Harriet and I both remember the two unique disciplinary techniques used by Miss Taylor: “She would either shake your ear or grab you by the chin and rattle your teeth.” She further recalled the weekly assembly programs on the second floor: “We attended assembly every Friday morning. It always started out with Bible reading and prayer. I was the mother bear in the first grade play, given on one Friday morning and later repeated for a PTA meeting. What fun!”

Today, the only vestiges of this former grammar school are the block walls and concrete steps at the northwest corner of the property. Harriet recollects that these blocks matched the foundation blocks of the school.

The concluding lyrics to “School Days” seem to lament the passing of this and other old schools: “Member the hill, Nellie Darling; And the oak tree that grew on its brow?; They've built forty stories upon that old hill; And the oaks an old chestnut now. 'Member the meadows so green dear; So fragrant with clover and maize; Into new city lots and preferred bus'ness plots; They've cut them up since those days.”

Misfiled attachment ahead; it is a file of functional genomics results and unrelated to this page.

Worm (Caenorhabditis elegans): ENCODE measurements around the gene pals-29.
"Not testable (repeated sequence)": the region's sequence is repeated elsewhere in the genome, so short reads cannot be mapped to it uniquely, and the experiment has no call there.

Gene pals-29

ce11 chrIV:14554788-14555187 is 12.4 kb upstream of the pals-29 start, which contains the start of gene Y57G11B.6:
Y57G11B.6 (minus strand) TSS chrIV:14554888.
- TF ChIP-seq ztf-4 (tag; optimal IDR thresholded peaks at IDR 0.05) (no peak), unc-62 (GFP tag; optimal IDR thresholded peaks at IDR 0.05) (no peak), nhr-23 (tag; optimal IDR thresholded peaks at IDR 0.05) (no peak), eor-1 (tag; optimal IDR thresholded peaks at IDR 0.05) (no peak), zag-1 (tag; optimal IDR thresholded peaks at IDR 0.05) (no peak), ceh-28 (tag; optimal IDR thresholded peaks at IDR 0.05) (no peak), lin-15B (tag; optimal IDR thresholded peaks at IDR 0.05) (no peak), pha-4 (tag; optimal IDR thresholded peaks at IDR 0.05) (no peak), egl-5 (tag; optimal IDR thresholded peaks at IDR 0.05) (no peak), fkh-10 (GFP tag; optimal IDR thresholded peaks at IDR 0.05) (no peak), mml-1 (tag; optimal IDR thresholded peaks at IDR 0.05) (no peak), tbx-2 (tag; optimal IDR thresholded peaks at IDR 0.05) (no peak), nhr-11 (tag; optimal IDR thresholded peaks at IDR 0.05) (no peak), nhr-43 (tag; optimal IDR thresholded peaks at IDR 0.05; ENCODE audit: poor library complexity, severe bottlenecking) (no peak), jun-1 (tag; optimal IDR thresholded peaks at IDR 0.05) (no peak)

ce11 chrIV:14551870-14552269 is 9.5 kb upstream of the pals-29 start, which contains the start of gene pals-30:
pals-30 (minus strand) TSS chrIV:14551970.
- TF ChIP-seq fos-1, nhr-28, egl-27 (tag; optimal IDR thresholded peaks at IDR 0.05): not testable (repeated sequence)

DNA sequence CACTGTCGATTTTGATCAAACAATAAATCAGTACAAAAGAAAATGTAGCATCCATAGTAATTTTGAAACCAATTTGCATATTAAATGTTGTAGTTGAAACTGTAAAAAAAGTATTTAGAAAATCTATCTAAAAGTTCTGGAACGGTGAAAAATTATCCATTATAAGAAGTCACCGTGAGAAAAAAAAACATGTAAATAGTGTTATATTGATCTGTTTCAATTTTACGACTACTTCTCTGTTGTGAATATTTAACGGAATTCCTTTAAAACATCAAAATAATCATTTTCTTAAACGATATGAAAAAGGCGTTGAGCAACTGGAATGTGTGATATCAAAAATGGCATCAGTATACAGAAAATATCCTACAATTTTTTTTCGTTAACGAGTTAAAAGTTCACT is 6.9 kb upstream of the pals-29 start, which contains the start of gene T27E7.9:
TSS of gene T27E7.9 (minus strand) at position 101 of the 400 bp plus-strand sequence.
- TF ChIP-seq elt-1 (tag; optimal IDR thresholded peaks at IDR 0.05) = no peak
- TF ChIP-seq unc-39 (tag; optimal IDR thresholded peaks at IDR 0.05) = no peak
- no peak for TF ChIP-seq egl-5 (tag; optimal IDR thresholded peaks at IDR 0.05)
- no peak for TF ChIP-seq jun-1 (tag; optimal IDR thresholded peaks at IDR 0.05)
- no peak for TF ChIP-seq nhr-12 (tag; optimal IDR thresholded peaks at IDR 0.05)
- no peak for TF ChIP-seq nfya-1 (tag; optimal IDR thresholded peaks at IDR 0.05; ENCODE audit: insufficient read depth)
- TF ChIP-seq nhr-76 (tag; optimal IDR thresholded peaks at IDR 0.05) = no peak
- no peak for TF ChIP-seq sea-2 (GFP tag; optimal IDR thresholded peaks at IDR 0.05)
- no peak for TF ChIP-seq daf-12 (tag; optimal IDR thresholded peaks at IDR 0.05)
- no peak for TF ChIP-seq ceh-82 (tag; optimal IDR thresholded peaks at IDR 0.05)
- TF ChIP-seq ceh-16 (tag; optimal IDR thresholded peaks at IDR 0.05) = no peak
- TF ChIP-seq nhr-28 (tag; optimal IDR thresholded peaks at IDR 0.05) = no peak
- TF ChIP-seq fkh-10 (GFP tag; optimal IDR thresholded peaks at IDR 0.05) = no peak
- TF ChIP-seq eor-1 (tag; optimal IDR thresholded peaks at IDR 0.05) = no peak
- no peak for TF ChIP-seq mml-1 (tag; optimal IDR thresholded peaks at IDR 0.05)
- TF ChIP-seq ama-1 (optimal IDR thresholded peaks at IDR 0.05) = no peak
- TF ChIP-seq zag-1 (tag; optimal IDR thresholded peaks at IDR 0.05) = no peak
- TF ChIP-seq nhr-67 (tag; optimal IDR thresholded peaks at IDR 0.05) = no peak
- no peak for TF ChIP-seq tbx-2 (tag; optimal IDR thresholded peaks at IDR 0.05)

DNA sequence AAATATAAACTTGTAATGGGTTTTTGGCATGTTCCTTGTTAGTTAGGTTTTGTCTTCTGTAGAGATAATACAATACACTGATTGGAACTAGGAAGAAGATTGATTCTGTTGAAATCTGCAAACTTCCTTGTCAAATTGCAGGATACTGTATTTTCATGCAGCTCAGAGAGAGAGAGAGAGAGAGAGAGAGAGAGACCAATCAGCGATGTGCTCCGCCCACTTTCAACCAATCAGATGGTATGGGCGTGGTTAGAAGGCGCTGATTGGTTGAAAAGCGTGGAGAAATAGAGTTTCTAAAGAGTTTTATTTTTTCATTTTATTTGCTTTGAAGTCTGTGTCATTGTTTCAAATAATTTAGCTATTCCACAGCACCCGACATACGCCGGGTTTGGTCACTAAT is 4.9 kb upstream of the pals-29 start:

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“School days, school days; Dear old golden rule days; Readin' and 'ritin' and 'rithmetic; Taught to the tune of a hick-ry stick.”

Composers Will Cobb and Gus Edwards wrote that nostalgic song in 1907, the same year that West End School (later renamed West Side School) opened along what was then the west section of town. The massive box-shaped brick building stood on high ground at 265 W. Main Street in the southeast intersection with Watauga Avenue, facing the Holston Apartments to the north.

I attended the first grade there during the 1949-1950 school year. The principal was Mr. Mahoney; my teacher was Miss Mildred Taylor, for whom I have fond memories. Grades 1-3 were on the first floor, grades 4-6 and the auditorium on the second and the cafeteria and bathrooms in the basement.

Surprisingly, first grade students attended classes for only four hours each weekday, with students assigned a morning or afternoon shift. I was given a morning one. Miss Taylor's room was on the southwest corner of the first floor and contained several long tables as opposed to individual desks.